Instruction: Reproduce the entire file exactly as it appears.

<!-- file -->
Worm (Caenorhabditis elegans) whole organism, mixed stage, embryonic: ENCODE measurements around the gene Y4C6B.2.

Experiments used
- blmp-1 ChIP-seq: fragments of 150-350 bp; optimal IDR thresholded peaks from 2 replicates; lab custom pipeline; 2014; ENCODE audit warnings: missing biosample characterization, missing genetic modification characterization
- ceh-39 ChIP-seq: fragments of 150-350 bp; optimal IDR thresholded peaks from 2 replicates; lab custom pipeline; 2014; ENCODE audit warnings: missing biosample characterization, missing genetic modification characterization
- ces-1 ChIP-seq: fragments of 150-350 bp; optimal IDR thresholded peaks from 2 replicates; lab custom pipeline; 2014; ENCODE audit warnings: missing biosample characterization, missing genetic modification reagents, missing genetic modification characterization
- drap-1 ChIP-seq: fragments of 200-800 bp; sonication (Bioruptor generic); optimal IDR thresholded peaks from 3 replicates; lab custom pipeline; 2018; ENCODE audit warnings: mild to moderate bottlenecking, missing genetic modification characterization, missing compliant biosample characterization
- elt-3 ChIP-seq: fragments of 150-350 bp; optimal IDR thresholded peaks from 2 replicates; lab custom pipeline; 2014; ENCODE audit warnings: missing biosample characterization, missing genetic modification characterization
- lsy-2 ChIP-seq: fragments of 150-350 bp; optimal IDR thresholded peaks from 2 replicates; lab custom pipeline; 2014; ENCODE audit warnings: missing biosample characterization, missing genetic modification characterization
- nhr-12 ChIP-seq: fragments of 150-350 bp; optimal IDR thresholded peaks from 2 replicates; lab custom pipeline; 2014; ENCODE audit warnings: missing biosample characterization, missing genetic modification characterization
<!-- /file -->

Worm (Caenorhabditis elegans) whole organism, mixed stage, embryonic: ENCODE measurements around the gene Y4C6B.2.

Experiments used
- blmp-1 ChIP-seq: fragments of 150-350 bp; optimal IDR thresholded peaks from 2 replicates; lab custom pipeline; 2014; ENCODE audit warnings: missing biosample characterization, missing genetic modification characterization
- ceh-39 ChIP-seq: fragments of 150-350 bp; optimal IDR thresholded peaks from 2 replicates; lab custom pipeline; 2014; ENCODE audit warnings: missing biosample characterization, missing genetic modification characterization
- ces-1 ChIP-seq: fragments of 150-350 bp; optimal IDR thresholded peaks from 2 replicates; lab custom pipeline; 2014; ENCODE audit warnings: missing biosample characterization, missing genetic modification reagents, missing genetic modification characterization
- drap-1 ChIP-seq: fragments of 200-800 bp; sonication (Bioruptor generic); optimal IDR thresholded peaks from 3 replicates; lab custom pipeline; 2018; ENCODE audit warnings: mild to moderate bottlenecking, missing genetic modification characterization, missing compliant biosample characterization
- elt-3 ChIP-seq: fragments of 150-350 bp; optimal IDR thresholded peaks from 2 replicates; lab custom pipeline; 2014; ENCODE audit warnings: missing biosample characterization, missing genetic modification characterization
- lsy-2 ChIP-seq: fragments of 150-350 bp; optimal IDR thresholded peaks from 2 replicates; lab custom pipeline; 2014; ENCODE audit warnings: missing biosample characterization, missing genetic modification characterization
- nhr-12 ChIP-seq: fragments of 150-350 bp; optimal IDR thresholded peaks from 2 replicates; lab custom pipeline; 2014; ENCODE audit warnings: missing biosample characterization, missing genetic modification characterization